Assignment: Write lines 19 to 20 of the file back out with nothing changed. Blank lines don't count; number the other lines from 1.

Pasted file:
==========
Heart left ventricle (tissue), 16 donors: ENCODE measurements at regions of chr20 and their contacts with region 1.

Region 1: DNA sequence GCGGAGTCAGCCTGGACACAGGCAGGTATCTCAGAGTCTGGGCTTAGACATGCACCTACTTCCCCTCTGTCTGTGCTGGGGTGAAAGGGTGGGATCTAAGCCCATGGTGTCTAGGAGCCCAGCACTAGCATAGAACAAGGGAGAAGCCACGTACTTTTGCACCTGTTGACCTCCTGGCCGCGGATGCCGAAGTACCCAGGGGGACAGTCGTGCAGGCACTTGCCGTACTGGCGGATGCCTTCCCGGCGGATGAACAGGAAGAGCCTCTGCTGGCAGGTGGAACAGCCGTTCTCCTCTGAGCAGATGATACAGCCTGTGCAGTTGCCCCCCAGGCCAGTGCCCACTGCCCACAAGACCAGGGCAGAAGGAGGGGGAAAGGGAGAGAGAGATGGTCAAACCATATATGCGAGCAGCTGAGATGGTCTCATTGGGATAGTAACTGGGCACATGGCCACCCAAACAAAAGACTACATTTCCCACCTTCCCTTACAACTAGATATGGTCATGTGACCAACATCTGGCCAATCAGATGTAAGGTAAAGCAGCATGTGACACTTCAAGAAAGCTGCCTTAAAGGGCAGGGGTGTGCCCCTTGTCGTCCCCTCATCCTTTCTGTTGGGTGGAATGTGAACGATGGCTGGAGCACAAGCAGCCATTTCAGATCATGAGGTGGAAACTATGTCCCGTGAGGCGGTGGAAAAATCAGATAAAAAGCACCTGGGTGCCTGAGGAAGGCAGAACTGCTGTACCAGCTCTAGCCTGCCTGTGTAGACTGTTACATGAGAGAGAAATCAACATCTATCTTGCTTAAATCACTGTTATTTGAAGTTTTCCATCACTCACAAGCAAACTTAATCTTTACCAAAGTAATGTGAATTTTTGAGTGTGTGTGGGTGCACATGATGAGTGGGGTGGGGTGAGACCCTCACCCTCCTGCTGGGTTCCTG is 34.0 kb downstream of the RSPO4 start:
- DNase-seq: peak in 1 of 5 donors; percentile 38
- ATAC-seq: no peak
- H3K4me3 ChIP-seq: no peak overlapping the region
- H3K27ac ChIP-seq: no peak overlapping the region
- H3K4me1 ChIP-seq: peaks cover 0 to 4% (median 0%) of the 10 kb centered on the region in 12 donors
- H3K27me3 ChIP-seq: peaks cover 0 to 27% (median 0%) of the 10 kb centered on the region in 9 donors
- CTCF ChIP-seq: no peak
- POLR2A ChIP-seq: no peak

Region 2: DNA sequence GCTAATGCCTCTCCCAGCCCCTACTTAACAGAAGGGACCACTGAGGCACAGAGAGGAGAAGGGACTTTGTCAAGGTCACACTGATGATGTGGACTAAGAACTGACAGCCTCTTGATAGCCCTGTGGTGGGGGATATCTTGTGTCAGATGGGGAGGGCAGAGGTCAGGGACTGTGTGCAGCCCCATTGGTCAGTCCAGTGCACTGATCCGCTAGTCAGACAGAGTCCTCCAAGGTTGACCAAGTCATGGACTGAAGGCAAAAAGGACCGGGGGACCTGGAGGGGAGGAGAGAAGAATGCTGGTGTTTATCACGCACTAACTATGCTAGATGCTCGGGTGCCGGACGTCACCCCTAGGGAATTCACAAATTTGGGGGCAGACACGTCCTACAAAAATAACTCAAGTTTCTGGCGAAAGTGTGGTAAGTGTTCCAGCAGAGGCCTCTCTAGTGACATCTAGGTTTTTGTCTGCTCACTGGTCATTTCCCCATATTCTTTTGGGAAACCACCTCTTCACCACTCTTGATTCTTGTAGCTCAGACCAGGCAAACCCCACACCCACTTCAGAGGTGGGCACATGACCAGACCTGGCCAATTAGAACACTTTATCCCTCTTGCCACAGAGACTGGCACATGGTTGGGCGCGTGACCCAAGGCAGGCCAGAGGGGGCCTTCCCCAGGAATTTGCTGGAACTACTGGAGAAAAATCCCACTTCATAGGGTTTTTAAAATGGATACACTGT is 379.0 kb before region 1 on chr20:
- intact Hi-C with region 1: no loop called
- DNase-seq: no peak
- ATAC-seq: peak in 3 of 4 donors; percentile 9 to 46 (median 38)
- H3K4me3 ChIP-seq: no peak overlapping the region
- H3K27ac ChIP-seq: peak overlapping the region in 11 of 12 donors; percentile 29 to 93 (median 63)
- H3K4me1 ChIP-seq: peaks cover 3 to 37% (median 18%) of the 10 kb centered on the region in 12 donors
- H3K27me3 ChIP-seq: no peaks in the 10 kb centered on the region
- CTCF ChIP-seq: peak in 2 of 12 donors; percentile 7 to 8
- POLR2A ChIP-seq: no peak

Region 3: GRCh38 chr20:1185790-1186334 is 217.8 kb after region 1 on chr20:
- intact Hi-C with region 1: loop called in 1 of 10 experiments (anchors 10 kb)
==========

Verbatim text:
- CTCF ChIP-seq: peak in 2 of 12 donors; percentile 7 to 8
- POLR2A ChIP-seq: no peak